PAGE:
"Polluted air is unhealthy to breathe in January or July, and policy makers in eastern states should make a New Year's resolution to reduce NOx emissions all year long, not just during summer months," said Michael Shore, southeast air quality manager for Environmental Defense.

"Utility companies in many eastern states are installing pollution control equipment, but few facilities intend to operate this equipment year round, even though NOx contributes to a suite of public health and environmental problems throughout the year," Shore added. "Once capital investments are made, the cost of operating the equipment 12 months rather than only five months is relatively small while the public health benefits, including reduced illness and mortality, are huge."

Only a handful of states - North Carolina, New Hampshire, Massachusetts and Texas - have instituted policies to curb NOx and other pollutants throughout the year.

"As states take action to control NOx and other power plant pollutants year round, a domino effect will be created, encouraging other states to follow examples set by regional neighbors," Shore explained. "As more states adopt rigorous standards, EPA will have proven models and a more favorable climate in which to examine air quality policies, making comprehensive action at the federal level more likely."

NOx pollution, which forms ozone smog, contributes to more than 20,000 deaths each year in 21 eastern states. It also contributes to a host of year round environmental problems, from acid rain and haze in the mountain regions to oxygen depletion in coastal estuaries that degrades water quality and harms fish.

The complete report, "A Plan for All Seasons: Costs and Benefits of Year Round NOx Reductions in Eastern States," is available at:

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Crab Permits Could Be Bought Back

WASHINGTON, DC, December 18, 2002 (ENS) - The National Marine Fisheries Service (NMFS) is proposing to spend $100 million to buy back permits from crab fishers in the Bering Sea/Aleutian Islands King and Tanner Crab Fishery.

NMFS is seeking public comment on the buyback, which would be financed over the next 30 years from catch landing fees paid by crab fishers who remain in the fishery.

"The buyback can, without cost to taxpayers, reduce this fishery's harvesting effort to a level more consistent with its total allowable catches," said NMFS Director Bill Hogarth. "This buyback is not a grant program, but rather a loan program that can help everyone, including fishery managers."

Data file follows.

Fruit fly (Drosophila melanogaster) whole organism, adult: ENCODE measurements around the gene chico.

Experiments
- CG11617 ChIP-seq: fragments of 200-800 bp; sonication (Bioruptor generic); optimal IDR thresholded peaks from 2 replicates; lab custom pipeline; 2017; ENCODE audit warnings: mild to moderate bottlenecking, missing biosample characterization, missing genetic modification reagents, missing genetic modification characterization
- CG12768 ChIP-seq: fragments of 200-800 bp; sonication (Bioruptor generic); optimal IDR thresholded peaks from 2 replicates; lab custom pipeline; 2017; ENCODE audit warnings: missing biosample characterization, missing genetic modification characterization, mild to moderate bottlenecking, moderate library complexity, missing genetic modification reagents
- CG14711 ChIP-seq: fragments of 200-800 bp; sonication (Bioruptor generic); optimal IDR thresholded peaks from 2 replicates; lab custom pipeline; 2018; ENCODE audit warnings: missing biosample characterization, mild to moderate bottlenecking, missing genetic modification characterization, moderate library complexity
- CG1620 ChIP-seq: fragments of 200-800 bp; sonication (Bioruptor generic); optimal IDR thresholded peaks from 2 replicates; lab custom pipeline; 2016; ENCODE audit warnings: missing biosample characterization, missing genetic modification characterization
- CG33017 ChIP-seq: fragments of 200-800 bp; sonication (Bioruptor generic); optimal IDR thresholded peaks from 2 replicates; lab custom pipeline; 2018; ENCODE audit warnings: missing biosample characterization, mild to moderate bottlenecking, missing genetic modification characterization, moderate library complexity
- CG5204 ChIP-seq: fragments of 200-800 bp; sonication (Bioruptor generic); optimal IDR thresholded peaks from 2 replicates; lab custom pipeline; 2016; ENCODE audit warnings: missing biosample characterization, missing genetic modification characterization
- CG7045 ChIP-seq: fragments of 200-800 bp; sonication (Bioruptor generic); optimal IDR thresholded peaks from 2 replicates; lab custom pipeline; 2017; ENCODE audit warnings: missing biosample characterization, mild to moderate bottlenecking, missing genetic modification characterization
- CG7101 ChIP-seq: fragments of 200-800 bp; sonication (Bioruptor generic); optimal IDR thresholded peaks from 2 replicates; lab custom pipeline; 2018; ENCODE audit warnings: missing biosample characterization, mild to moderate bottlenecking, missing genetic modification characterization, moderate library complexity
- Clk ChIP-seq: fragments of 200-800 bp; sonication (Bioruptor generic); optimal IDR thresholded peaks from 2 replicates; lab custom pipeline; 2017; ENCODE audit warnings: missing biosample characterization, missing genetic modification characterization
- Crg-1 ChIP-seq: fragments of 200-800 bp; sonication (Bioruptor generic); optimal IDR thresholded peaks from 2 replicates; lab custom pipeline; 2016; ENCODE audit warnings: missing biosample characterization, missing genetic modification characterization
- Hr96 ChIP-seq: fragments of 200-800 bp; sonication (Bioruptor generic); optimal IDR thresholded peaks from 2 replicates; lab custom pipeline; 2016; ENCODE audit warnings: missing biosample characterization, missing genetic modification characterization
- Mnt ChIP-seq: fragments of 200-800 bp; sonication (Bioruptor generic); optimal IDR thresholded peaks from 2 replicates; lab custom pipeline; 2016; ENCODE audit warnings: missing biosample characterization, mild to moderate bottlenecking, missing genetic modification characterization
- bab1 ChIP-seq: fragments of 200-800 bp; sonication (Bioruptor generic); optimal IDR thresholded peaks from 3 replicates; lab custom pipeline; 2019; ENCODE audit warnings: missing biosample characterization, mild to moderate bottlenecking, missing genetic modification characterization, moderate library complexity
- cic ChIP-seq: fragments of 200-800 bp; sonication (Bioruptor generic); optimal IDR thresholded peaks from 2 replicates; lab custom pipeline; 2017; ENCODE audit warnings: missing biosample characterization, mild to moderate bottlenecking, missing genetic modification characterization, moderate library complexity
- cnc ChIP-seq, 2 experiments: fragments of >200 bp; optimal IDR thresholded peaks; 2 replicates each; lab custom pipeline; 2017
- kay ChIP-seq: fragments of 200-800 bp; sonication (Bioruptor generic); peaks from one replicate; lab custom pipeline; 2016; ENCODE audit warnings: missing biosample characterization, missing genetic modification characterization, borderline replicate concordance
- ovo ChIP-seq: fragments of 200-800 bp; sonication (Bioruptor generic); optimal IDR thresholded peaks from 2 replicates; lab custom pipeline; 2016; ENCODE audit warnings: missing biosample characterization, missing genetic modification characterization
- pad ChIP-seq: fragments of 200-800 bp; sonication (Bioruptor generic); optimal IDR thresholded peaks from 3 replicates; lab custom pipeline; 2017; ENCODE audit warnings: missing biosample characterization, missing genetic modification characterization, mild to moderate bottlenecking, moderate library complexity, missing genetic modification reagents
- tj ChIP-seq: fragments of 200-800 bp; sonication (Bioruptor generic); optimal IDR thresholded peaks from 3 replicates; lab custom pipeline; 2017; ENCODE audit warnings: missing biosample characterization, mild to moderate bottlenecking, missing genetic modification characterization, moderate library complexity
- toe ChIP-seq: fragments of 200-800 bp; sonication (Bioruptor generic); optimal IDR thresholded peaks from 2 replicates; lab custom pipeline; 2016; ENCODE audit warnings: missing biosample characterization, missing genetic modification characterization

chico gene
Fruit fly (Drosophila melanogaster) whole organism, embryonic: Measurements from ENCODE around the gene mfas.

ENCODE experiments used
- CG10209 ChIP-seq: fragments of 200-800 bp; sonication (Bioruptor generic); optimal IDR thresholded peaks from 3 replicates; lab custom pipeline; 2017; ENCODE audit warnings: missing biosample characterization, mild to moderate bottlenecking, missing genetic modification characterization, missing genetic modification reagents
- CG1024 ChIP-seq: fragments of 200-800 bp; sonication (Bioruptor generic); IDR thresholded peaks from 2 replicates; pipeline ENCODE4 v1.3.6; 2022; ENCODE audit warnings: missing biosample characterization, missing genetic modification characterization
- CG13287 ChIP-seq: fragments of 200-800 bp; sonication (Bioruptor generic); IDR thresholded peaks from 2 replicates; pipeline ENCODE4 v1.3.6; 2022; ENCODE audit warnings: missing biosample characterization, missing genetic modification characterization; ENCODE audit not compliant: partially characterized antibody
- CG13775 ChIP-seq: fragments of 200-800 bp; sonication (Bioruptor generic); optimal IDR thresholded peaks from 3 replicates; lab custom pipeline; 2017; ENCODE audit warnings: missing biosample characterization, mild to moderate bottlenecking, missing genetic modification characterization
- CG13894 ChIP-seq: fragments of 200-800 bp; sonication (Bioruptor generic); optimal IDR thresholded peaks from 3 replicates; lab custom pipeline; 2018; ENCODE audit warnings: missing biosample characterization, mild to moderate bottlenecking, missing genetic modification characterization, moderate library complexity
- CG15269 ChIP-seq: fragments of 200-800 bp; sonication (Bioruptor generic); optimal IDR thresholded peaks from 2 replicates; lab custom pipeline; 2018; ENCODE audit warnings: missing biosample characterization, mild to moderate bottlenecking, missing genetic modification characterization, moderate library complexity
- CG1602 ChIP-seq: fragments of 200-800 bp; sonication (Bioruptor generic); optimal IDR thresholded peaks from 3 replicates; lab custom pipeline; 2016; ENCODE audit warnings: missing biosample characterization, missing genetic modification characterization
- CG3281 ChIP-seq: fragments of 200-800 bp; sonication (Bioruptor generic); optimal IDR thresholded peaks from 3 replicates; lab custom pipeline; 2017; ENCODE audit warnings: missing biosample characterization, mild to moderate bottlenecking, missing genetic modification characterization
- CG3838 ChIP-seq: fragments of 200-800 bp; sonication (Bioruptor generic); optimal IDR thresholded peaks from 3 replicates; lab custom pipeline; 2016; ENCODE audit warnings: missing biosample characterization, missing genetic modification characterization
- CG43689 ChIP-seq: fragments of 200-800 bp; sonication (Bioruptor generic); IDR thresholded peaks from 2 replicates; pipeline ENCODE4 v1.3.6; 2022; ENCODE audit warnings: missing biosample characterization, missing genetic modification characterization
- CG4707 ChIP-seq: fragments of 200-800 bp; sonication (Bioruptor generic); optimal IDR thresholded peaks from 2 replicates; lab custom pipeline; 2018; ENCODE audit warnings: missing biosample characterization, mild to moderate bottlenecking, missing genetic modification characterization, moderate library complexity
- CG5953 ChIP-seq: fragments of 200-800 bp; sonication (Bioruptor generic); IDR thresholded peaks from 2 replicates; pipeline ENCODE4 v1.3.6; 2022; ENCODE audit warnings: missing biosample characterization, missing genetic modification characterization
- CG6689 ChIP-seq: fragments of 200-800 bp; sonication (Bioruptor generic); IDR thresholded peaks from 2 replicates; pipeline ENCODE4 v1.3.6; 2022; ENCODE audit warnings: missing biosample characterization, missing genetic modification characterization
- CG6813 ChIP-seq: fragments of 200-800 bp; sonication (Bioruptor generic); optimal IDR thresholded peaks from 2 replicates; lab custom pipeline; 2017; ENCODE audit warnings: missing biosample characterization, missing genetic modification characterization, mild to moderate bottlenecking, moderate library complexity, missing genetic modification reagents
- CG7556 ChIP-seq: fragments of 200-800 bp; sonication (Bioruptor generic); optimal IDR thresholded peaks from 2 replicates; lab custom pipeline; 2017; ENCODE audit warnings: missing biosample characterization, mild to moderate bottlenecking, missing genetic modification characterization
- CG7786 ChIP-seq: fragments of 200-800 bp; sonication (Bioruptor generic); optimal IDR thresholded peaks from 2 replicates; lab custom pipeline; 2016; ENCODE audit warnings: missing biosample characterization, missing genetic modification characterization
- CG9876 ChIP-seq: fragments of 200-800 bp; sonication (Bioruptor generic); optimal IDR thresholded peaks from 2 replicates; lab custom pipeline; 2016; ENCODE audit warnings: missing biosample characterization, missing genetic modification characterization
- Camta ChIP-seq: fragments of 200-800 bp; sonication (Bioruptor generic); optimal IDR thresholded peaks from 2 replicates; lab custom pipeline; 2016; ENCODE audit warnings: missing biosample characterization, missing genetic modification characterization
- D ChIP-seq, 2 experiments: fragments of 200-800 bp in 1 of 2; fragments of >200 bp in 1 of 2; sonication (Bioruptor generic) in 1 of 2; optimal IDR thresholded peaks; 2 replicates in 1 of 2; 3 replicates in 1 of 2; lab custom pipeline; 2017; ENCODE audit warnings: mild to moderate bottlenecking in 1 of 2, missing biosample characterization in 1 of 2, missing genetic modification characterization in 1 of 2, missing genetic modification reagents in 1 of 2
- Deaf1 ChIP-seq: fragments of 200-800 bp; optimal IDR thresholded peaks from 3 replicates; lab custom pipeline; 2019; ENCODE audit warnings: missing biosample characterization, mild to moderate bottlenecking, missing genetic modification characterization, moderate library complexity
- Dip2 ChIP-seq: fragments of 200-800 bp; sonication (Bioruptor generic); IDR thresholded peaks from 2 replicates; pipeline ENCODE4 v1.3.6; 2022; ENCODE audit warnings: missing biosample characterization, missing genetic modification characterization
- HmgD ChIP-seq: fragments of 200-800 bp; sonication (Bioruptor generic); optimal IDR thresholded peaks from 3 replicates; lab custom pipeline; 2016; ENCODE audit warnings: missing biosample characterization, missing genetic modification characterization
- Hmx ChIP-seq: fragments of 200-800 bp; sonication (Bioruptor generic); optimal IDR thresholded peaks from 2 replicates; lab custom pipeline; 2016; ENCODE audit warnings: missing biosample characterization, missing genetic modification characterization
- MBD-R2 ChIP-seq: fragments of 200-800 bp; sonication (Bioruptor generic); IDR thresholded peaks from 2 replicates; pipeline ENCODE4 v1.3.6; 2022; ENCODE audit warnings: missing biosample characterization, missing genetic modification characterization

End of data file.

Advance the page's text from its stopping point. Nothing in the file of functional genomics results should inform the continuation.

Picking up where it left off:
The proposal would pay fishers for withdrawing their vessels from fishing, and surrendering their fishing licenses and fishing histories. The withdrawn fishing vessels may never fish again anywhere in the world, either recreationally or commercially.

NMFS would finance the buyback's cost with a loan of up to $100 million, and fishers who continue to participate in the crab fisheries will repay the $100 million through their crab landing fees over a 30 year period. Between 1990 and 1999, the fishery's long term averaged landings were worth about $240 million a year.

The proposed program will solicit buyback bids from crab harvesters in the fishery. NMFS would review the bidder's crab production and state the bid price as a percentage of the bidder's crab production.

NMFS would then accept the lowest percentage bids until they totaled $100 million. Using this process, the most productive vessels offered by fishermen would be selected first, maximizing capacity reduction for the funds available.

NMFS would then conduct a permit holders referendum about the loan repayment landing fee and would conclude the buyback only if two-thirds of voting permit holders approved the landing fee.

The buyback would apply to the holders of about 335 federal fishing licenses issued for the Aleutian Islands brown king and red king crab, Bristol Bay red king crab, snow crab, Tanner crab, Pribilof Islands red and blue king crab, and St. Matthew blue king crab fisheries. NMFS issued these limited access licenses under the crab license limitation program.

The buyback does not apply to crab licenses endorsed solely for Norton Sound red king crab.

The proposed rule will be open for public comment until January 27, 2003. Written comments may be mailed to Michael Grable, Chief, Financial Services Division, NMFS, 1315 East-West Highway, Silver Spring, MD 20910-3282. Comments may also be faxed to Grable at: 301-713-1306.

The buyback proposed rule is available at:

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Consorta Phases Out Mercury Products

ROLLING MEADOWS, Illinois, December 18, 2002 (ENS) - Consorta, Inc. a leading group purchasing and resource management company, announced Tuesday that it will no longer allow products containing mercury to be offered through any group contract, unless no viable substitute product exists.